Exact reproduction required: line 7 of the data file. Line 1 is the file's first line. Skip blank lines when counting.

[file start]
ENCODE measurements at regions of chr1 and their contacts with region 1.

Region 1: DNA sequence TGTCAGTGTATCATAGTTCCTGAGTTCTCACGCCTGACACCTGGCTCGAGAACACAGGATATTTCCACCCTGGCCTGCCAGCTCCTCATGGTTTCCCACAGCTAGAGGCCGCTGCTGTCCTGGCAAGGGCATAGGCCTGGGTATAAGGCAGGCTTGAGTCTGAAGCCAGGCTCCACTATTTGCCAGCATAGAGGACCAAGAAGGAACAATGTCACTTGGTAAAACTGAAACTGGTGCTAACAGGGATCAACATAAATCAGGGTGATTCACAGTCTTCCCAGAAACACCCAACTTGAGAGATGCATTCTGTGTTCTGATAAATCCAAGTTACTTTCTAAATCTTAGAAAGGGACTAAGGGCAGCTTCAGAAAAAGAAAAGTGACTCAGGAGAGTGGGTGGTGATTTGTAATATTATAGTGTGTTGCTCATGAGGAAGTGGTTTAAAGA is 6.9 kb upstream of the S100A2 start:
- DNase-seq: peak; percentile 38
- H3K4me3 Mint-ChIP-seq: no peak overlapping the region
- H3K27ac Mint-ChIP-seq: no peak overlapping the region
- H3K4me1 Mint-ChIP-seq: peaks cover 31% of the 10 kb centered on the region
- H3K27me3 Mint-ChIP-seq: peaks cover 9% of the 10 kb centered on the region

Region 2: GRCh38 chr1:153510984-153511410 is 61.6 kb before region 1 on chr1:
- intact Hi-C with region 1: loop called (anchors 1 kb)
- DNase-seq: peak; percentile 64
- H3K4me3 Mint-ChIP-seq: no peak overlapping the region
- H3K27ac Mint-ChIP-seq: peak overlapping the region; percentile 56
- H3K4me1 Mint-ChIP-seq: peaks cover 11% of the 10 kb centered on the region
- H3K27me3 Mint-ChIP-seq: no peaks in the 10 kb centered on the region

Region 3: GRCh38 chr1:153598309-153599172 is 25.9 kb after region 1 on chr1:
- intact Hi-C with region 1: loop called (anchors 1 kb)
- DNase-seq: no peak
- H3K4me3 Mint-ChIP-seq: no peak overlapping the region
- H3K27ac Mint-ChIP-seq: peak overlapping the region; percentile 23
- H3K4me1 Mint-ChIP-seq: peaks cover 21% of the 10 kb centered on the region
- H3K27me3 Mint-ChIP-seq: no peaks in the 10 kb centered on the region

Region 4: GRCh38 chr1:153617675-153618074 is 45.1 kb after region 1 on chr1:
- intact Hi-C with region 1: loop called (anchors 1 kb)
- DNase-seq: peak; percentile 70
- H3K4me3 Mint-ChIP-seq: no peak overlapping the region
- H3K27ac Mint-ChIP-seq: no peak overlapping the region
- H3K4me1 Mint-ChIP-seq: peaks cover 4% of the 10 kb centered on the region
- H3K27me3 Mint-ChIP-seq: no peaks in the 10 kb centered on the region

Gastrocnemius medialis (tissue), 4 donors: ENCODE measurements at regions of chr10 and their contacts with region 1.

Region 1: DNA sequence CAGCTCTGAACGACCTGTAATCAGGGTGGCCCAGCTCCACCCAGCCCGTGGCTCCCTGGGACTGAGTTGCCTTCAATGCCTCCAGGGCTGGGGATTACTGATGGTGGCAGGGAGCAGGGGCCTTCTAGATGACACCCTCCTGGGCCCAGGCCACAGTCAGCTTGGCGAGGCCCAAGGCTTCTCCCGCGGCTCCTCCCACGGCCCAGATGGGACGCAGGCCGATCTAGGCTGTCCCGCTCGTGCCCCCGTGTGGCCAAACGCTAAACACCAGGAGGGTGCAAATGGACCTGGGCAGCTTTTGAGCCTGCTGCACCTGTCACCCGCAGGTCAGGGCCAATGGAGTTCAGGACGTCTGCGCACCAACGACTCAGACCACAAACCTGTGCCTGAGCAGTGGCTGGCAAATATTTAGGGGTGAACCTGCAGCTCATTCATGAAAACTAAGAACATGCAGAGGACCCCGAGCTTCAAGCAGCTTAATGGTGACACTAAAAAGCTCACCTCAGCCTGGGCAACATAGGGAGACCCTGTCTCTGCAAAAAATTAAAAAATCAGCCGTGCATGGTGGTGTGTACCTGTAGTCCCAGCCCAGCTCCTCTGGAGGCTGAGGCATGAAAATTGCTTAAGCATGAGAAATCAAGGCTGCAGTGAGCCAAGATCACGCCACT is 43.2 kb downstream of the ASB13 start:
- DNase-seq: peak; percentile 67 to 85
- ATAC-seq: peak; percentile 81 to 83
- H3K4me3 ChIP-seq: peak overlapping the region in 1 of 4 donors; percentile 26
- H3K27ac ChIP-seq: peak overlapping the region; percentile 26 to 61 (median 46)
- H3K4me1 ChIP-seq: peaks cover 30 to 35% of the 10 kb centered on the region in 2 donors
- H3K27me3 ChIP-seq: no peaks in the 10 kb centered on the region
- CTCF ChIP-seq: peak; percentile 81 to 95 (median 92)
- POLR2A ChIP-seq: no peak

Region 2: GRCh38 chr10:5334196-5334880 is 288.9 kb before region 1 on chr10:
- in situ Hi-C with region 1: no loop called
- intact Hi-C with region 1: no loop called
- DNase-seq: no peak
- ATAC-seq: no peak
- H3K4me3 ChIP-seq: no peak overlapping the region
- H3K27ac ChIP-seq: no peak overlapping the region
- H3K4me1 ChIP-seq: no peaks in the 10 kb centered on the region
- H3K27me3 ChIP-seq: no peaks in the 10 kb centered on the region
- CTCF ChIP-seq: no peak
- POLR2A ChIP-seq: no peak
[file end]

- H3K27me3 Mint-ChIP-seq: peaks cover 9% of the 10 kb centered on the region